State Treasurer and Democratic U.S. Senate candidate Alexi Giannoulias took a page from the underdog's book this morning, slamming a lesser-known candidate for the "hypocrisy" of his statements.
According to a recent poll, Giannoulias is the Democratic front runner in the race for Barack Obama's old seat.
At a candidate forum this morning, he accused rival candidate David Hoffman of funding his campaign by selling the stocks of big banks while also claiming independence from them.
The attack was preemptive and unrelated to a question about the national health care bill. It gave Hoffman, trailing both Giannoulias and Chicago Urban League President Cheryle Robinson Jackson, a moment on center stage.
Hoffman briefly agreed that he supported the health care bill, then said that he felt compelled to respond to Giannoulias' strike. When Hoffman attacked Giannoulias' involvement with the ailing Broadway Bank, the audience burst into applause.
Giannoulias' attack was a baffling move, especially for a candidate known for his suavity.
Typically, the losing candidates are those who strike against their opponents in an effort to cut down leading rivals and draw attention to themselves. That Giannoulias would make such a move suggests he views Hoffman as his main threat — and enough of a force in the race to try to forestall Hoffman's advance.
The tactic raises predictable questions about Giannoulias' campaign strategy. But he declined to address them after the debate, by skipping a press conference following the forum at Chicago's Union League Club.
Union League officials say all four of the debating candidates — Giannoulias, Hoffman, Jackson and attorney Jacob Meister — agreed to make themselves available to the press after the forum, and Giannoulias was the only one who did not attend.
Tom Bowen, Giannoulias' campaign manager, told media that the candidate was pressed for time with another event, but when I asked him which, he did not specify. He told me he would send me Giannoulias' schedule, which I have not yet received.
Bowen denied that Giannoulias' comment was an attack.
"I think pointing out that Mr. Hoffman" has railed against banks while using them to fund his race "is merely stating a record," he said. "His record is just as relevant to this" race as Giannoulias'.
During the debate, Giannoulias tried to tie Hoffman's investments in major banks that have received stimulus funds to a cozy relationship with powerful financial institutions.
Hoffman did not deny that he had made the investments, but he turned the tables on his opponent, questioning his ties to a family bank that dealt with convicted fraudster and political fund raiser Tony Rezko. Broadway Bank is also reported to have made loans to a brothel operator and bookie.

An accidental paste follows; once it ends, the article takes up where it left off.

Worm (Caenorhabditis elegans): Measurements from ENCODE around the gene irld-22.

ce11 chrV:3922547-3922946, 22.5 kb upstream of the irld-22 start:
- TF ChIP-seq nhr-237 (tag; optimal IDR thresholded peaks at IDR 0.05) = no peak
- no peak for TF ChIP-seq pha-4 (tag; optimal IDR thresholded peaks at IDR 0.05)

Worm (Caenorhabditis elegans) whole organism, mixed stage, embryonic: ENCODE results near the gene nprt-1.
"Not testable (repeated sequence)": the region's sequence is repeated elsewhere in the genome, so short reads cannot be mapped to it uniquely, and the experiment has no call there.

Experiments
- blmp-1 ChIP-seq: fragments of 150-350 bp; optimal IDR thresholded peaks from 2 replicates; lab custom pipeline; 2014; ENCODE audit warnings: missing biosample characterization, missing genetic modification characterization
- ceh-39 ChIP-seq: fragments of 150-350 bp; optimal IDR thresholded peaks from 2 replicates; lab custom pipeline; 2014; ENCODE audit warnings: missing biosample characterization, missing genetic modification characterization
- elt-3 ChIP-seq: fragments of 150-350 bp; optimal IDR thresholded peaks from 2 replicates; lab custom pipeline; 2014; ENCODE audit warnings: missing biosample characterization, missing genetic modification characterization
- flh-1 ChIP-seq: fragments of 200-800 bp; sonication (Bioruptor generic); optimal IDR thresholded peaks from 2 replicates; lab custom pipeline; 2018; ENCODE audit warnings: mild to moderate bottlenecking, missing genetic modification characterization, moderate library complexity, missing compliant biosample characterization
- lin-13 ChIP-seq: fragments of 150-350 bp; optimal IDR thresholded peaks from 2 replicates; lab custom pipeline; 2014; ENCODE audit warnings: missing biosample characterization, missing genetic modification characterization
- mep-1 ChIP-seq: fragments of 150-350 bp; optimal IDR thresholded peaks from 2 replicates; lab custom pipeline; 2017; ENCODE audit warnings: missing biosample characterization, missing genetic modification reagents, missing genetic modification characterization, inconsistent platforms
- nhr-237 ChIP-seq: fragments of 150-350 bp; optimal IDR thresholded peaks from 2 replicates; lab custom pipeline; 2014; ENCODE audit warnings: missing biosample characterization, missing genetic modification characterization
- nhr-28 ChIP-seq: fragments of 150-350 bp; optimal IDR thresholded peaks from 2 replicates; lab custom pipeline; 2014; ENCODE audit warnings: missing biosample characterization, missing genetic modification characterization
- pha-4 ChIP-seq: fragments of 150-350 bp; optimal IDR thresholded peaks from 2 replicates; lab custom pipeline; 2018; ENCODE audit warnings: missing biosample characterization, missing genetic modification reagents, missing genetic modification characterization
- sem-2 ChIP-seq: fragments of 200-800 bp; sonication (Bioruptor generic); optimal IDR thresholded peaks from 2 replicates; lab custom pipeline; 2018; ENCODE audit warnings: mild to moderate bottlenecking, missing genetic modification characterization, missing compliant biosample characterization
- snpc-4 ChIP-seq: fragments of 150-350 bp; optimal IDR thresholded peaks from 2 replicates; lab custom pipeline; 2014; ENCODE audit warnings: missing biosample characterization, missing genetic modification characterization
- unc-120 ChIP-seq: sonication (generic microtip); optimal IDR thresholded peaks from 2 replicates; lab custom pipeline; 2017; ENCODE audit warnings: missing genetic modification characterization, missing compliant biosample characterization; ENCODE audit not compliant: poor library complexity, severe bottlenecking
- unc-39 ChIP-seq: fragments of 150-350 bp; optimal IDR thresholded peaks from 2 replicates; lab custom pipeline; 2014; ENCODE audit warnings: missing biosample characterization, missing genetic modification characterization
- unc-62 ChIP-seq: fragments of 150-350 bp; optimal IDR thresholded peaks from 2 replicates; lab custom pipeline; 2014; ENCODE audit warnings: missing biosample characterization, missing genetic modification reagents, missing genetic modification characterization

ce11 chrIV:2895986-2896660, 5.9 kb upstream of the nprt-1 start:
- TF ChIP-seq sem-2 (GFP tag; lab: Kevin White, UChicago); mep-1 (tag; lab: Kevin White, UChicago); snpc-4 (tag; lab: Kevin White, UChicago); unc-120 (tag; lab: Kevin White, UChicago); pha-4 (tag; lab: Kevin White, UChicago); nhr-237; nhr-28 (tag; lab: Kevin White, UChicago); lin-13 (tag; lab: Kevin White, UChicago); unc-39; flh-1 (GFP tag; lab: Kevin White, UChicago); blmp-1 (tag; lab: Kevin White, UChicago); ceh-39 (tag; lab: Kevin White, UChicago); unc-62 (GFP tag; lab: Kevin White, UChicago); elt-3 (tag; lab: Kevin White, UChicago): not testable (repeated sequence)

Giannoulias suggested that he was personally offended.
"Since he’s been in this campaign," Giannoulias said of Hoffman, "he has been falsely attacking me and my family."
Yet Hoffman pushed beyond criticisms of Giannoulias' ties to shady dealings, arguing that his statements reflect not on Giannoulias' family, but on his own job performance.
"When you’re 33 years old and you’ve only held two jobs, it’s worth talking about," Hoffman said of Giannoulias. "It’s nothing to do with his family. It’s about his job performance at the bank."
Before entering politics and winning election as state treasurer in 2006, Giannoulias was vice president at his family's now-beleague red Broadway Bank, in Chicago's Edgewater community. He also played basketball in Greece and earned a law degree from Tulane University.
The sparring between Giannoulias and Hoffman made clear that they view Jackson and Meister as secondary concerns in their race.
An attack on Jackson, formerly Rod Blagojevich's spokeswoman, would have been at least as easy as the one Giannoulias sprung on Hoffman — and yet Jackson needed address her old job only during a press conference after the debate.
"I worked for the governor in the first term and left before the end of the first term," she said, noting that she later criticized some of Blagojevich's policies on education.
While Jackson has a larger percentage of supporters than Hoffman, and a recent Tribune/WGN poll shows she has expanded her reach, it is unclear how her advantages among Chicago residents and women would translate to a broader victory in Illinois, and especially in some conservative downstate districts.
Meister, an openly gay candidate, faces a similar challenge with conservative voters in the state, and he suffers from the added disadvantage of little name recognition. The Tribune poll did not even measure his support separately from other candidates.
During his press conference, Meister accused Hoffman of attacking his sexual orientation by pointing out how he is the only Democratic U.S. Senate candidate who is a parent.
"David Hoffman has insidiously slurred me," Meister said. "It's something that has been coming up on the campaign trail repeatedly, and I think it's a subtle swipe — and to some people not so subtle."
Hoffman said that he supports gay marriage and has simply tried to emphasize that his perspective as a parent helps him relate to everyday people.